10. Superseding Lien Priority

    There will likely be a continued push by other groups to increase the exposure of the financial institution involved in a foreclosure. These attempts have included association assessments and/or the creation of priority lien status for certain obligations such as homeowners associations that want to supersede the priority lien status of credit unions and other financial institutions. This issue was defeated by one vote in a 2015 Senate hearing after GCUA and others testified against it, but its return is anticipated. Superseding the financial institution’s lien priority would directly add to the expense for credit unions of unpaid association dues (which are the obligation of the consumer), and places the secondary mortgage market for Georgia at risk, impacting credit union’s ability to make more loans.

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2015 Grassroots Academy participants
Register Now for State Governmental Affairs Day (Issue 4 of 5)

Registration is under way for the state governmental affairs day for credit unions - the 2016 Grassroots Academy, an all-day immersion in the legislative issues, environment and people that alter how credit unions operate.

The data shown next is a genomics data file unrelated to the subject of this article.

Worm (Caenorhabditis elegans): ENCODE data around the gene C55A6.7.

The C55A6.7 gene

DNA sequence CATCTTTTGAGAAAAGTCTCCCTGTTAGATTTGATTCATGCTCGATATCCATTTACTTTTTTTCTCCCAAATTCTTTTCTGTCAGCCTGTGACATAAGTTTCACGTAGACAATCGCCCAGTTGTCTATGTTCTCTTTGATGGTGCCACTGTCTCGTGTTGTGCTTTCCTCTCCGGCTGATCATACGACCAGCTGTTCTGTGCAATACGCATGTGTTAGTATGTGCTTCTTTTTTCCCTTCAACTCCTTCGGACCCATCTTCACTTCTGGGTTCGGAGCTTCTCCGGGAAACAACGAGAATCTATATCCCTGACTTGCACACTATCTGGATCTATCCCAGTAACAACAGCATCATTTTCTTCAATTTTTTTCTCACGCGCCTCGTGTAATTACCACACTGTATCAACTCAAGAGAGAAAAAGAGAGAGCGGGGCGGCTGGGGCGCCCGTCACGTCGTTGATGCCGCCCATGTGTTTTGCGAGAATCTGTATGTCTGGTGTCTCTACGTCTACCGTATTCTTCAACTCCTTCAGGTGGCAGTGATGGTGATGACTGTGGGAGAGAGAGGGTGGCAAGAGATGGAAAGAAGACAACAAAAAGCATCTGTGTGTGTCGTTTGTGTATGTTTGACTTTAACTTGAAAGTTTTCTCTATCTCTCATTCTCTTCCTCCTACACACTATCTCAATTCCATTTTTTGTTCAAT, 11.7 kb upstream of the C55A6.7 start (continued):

Each year is different (and there are several of you who have attended ALL of them over the years!), and is the opportunity for credit unions to hear firsthand from state leaders on what to anticipate in the Georgia General Assembly and Congress, gain insight into the legislative and political environment, how it can impact the way credit unions in Georgia serve their members, and what credit unions can do to shape their future.

This event is on January 26th downtown across from the Capitol, and the group will travel to the Gold Dome that afternoon to hear from key state legislators (comfortable shoes and a coat recommended!). For more details, speakers, and registration information please click here. Update as of press time – an  additional speaker has been confirmed for the lineup, rounding out what was already a full day: Bill Nigut, Senior Executive Producer over television, radio and news for GPB Media. We are pleased he will join the credit unions at lunch to share his insight and perspective on the political arena, with more than 30 years as a journalist and 20 years of that as the national and state political reporter for Atlanta.

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NewsCredit Unions in the News (Issue 5 of 5)

Credit unions continue to earn media coverage statewide and beyond. Whether it’s in a local newspaper, niche magazine or radio show, the credit union message is shared through a multitude of outlets across Georgia. Click here to see recent coverage of Georgia’s credit unions "In the News."